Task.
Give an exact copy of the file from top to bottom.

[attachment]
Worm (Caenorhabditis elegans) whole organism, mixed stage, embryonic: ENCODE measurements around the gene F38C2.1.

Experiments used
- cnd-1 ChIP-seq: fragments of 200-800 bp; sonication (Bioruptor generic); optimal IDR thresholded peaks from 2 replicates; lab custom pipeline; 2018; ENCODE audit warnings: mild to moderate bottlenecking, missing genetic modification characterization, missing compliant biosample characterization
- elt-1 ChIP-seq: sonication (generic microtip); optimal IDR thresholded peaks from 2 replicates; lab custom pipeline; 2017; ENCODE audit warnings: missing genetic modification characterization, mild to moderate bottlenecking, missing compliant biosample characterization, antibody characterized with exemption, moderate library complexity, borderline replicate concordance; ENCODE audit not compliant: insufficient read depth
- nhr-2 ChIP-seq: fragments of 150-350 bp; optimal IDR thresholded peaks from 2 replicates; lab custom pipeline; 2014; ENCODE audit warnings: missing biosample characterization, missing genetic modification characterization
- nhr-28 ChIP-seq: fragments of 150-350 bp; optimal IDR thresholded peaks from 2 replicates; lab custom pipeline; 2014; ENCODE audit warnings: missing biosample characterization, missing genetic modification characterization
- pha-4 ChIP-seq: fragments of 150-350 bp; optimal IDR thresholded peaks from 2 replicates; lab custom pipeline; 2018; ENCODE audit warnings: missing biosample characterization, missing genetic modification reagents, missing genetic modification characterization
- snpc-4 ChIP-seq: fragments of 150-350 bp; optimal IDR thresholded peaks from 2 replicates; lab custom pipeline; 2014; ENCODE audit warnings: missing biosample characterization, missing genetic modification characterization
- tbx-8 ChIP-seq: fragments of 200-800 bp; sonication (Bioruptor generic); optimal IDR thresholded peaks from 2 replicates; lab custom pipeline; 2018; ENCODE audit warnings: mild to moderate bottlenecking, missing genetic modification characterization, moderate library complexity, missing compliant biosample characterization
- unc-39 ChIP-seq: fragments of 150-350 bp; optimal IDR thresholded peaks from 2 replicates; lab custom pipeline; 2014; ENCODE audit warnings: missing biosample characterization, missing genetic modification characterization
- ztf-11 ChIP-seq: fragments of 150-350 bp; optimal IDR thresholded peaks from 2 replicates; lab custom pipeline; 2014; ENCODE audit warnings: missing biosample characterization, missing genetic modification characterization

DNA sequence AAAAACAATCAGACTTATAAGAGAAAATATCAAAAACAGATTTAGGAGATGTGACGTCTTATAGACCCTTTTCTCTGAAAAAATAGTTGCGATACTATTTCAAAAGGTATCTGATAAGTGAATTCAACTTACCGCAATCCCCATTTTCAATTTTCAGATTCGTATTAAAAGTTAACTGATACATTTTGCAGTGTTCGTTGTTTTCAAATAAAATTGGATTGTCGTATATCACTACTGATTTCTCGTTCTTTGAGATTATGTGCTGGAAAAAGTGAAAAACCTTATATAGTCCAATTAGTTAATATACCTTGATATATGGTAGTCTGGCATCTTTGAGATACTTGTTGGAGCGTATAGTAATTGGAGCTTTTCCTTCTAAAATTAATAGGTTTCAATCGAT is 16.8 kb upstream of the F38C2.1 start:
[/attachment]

Worm (Caenorhabditis elegans) whole organism, mixed stage, embryonic: ENCODE measurements around the gene F38C2.1.

Experiments used
- cnd-1 ChIP-seq: fragments of 200-800 bp; sonication (Bioruptor generic); optimal IDR thresholded peaks from 2 replicates; lab custom pipeline; 2018; ENCODE audit warnings: mild to moderate bottlenecking, missing genetic modification characterization, missing compliant biosample characterization
- elt-1 ChIP-seq: sonication (generic microtip); optimal IDR thresholded peaks from 2 replicates; lab custom pipeline; 2017; ENCODE audit warnings: missing genetic modification characterization, mild to moderate bottlenecking, missing compliant biosample characterization, antibody characterized with exemption, moderate library complexity, borderline replicate concordance; ENCODE audit not compliant: insufficient read depth
- nhr-2 ChIP-seq: fragments of 150-350 bp; optimal IDR thresholded peaks from 2 replicates; lab custom pipeline; 2014; ENCODE audit warnings: missing biosample characterization, missing genetic modification characterization
- nhr-28 ChIP-seq: fragments of 150-350 bp; optimal IDR thresholded peaks from 2 replicates; lab custom pipeline; 2014; ENCODE audit warnings: missing biosample characterization, missing genetic modification characterization
- pha-4 ChIP-seq: fragments of 150-350 bp; optimal IDR thresholded peaks from 2 replicates; lab custom pipeline; 2018; ENCODE audit warnings: missing biosample characterization, missing genetic modification reagents, missing genetic modification characterization
- snpc-4 ChIP-seq: fragments of 150-350 bp; optimal IDR thresholded peaks from 2 replicates; lab custom pipeline; 2014; ENCODE audit warnings: missing biosample characterization, missing genetic modification characterization
- tbx-8 ChIP-seq: fragments of 200-800 bp; sonication (Bioruptor generic); optimal IDR thresholded peaks from 2 replicates; lab custom pipeline; 2018; ENCODE audit warnings: mild to moderate bottlenecking, missing genetic modification characterization, moderate library complexity, missing compliant biosample characterization
- unc-39 ChIP-seq: fragments of 150-350 bp; optimal IDR thresholded peaks from 2 replicates; lab custom pipeline; 2014; ENCODE audit warnings: missing biosample characterization, missing genetic modification characterization
- ztf-11 ChIP-seq: fragments of 150-350 bp; optimal IDR thresholded peaks from 2 replicates; lab custom pipeline; 2014; ENCODE audit warnings: missing biosample characterization, missing genetic modification characterization

DNA sequence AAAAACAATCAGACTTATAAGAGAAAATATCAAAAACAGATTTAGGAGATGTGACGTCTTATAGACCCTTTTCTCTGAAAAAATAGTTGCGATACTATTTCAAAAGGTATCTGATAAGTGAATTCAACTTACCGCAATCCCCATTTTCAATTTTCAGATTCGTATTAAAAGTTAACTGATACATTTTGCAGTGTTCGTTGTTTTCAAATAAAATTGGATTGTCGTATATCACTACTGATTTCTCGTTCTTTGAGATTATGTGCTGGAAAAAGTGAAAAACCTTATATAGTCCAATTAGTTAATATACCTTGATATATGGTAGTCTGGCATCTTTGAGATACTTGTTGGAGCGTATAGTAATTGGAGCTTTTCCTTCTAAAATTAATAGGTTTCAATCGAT is 16.8 kb upstream of the F38C2.1 start: